Other people is where God is

“I hate being here,” I snarled at Jesus.

I was in adoration, for my appointed hour. This is what I get for shouting far and wide how wonderful adoration is, how marvelous, how life-changing, how all-but-essential: I sign up for a slot . . . and so does this other guy. 

This other guy, who barges into the tiny, dim, sacred, space humming and whistling, grunting and wheezing comfortably, like he’s meeting his pals at the VA bar. He plonks his stuff down on the floor, and sometimes taps out a jazzy little rhythm on his thighs. If he spots someone he knows, he’ll gab about the weather or his sore hip. Right out loud, right in front of the monstrance! Finally, preliminaries over, he’s ready to act like he’s in a chapel, and so he drags out a rattling sheaf of prayer booklets and begins to pray . . . out loud. In a whisper, technically, but loud enough that you can hear every single word.

This is bullshit. I want to be with Jesus, to lay my turmoil and agitation at His feet, and reconnect with Him, who brings peace. I want to read my Ratzinger book, which is helping me know Christ better. I want to make the most out of this one measly hour, because I knew this is where Jesus wants me to be. But none of that is going to happen, thanks to Mr. Oblivious who won’t get out of the way. Yes, friend-o, we all pray. Yes, we’re big fans of the rosary here. But what the HELL makes you think it’s okay to monopolize the entire room with your own personal devotions? I could barely hear myself think, let alone pray.

And I have misophonia, which makes it almost physically painful to hear mouth noises, especially in a small, enclosed space. Smacking and slurping and snorting engender irrational rage and panic that I haven’t figured out how to overcome in four decades. How and why a man could smack, slurp, and snort his way through five decades of a rosary, I do not know, but I am your witness: It can be done. 

“I hate it here,” I told Jesus. “I don’t want to be here.” 

Now you think this is going to be a story where I learn to drop my spiritual pretensions and come to understand that we do not meet God only in silent, spiritually elegant moments, but that God speaks to us in the rattling, baaing, shambling herd of our fellow sheep.  It may not be edifying and it may not look well on a gilded holy card, but it’s so much more satisfyingly real. 

Heck, I thought it was going to be that kind of story, myself. I remembered hearing that St. Theresa (I forget which one) was driven batty by one of her fellow sisters rattling her rosary chains in the chapel. But she was a saint, so apparently you could use even annoying people to get closer to God. Right, Lord? That seems like something saints do. No one’s going to be the insurmountable obstacle that keeps me from getting to God, not even some kind of psychopath who doesn’t know how to behave in adoration. 

Wait, he’s done with his rosary! Maybe he’ll quiet–

Nope. “Sakeuvissorrafapassion, mercyonusss, onnahoworld. . . sakeuvissorrafapassion, mercyonusss, onnahoworld . . .”

I put my fingers in my ears, discreetly. Then I put my fingers in my ears indiscreetly. I even turned around twice and (I’m not proud of this. Any of this) administered a fleeting Adoration Stinkeye. I stewed. I sighed. I wrestled with true red-brain rage. And I prayed. I prayed most earnestly to God for aid, that He would help me tune these disruptions out, that I could overcome the things that were distracting me from having a good and fruitful experience with Him.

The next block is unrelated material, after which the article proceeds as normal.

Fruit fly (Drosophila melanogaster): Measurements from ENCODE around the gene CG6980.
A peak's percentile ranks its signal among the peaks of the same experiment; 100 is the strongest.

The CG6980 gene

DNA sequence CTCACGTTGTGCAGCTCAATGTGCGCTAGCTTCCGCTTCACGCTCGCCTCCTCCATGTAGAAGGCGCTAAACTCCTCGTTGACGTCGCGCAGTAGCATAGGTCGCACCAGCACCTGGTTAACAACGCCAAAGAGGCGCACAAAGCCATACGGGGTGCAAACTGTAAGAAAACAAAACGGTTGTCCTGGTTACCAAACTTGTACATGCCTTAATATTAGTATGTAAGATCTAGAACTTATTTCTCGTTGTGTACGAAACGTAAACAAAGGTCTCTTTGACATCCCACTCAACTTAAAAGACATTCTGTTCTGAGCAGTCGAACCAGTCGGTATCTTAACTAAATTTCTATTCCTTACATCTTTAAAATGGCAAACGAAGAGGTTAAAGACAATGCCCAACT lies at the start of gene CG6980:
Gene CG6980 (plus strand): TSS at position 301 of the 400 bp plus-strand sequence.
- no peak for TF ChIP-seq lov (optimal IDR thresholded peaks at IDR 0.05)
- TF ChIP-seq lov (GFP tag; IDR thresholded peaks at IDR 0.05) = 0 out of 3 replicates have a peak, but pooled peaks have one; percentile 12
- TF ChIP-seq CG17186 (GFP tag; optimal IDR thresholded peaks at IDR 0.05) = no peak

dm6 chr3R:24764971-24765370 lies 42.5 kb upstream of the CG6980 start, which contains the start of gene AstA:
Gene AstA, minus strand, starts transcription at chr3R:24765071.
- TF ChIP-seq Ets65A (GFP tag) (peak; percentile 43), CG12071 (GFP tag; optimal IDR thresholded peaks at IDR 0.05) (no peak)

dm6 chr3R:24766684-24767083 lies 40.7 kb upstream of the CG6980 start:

And He says to me, He says: “That man isn’t being distracting. You’re being distracting.”

Okay. 

I hope I can convey to you how different this was from what I was expecting. I guess I was expecting for God to somehow arrange it so that I could be alone with Him, even despite everyone else in the chapel. That I would not hear, or not care, or not have to deal with the distraction of other people. I was quite convinced that being alone with God was the goal we both wanted. That’s what adoration is for! Isn’t it?

But instead, I saw very clearly that this desire to be alone with the Lord — this desire to have the experience that seemed fruitful to me — this desire to get what I came for — the desire to be in control, even to bring about something objectively good — that was the distraction, and I was carrying it in front of me like a shield; a shield between me and Christ.

If that man had not been there, and if I had come in and knelt down and read quietly and prayed what I wanted to pray, I would have come and gone still carrying that shield. I just wouldn’t have known it.

I’m always carrying that shield. I don’t like other people. I want them to leave me alone so I can accomplish what I think is fruitful. I want them to be quiet. I want them to behave to accommodate me. Not only in the dim, sacred space of the adoration chapel, but everywhere, at all times. It’s not that I have some pietistic fantasy of aesthetic loveliness in my prayer life. It’s that I want it to go my way, every time. I want to be able to yell at Him, alone. I want to tell Him I love Him, alone. I want to be able to have ugly prayers, alone. But I am always disrupted from doing what I want to do because I am always distracted by other people. And I clutch that distraction firmly to my breast, because it protects me. It shields me from God, even as I complain to Him that we never get to be together. I saw the shield, almost with my actual eyes. My fingers ached from clutching it so hard.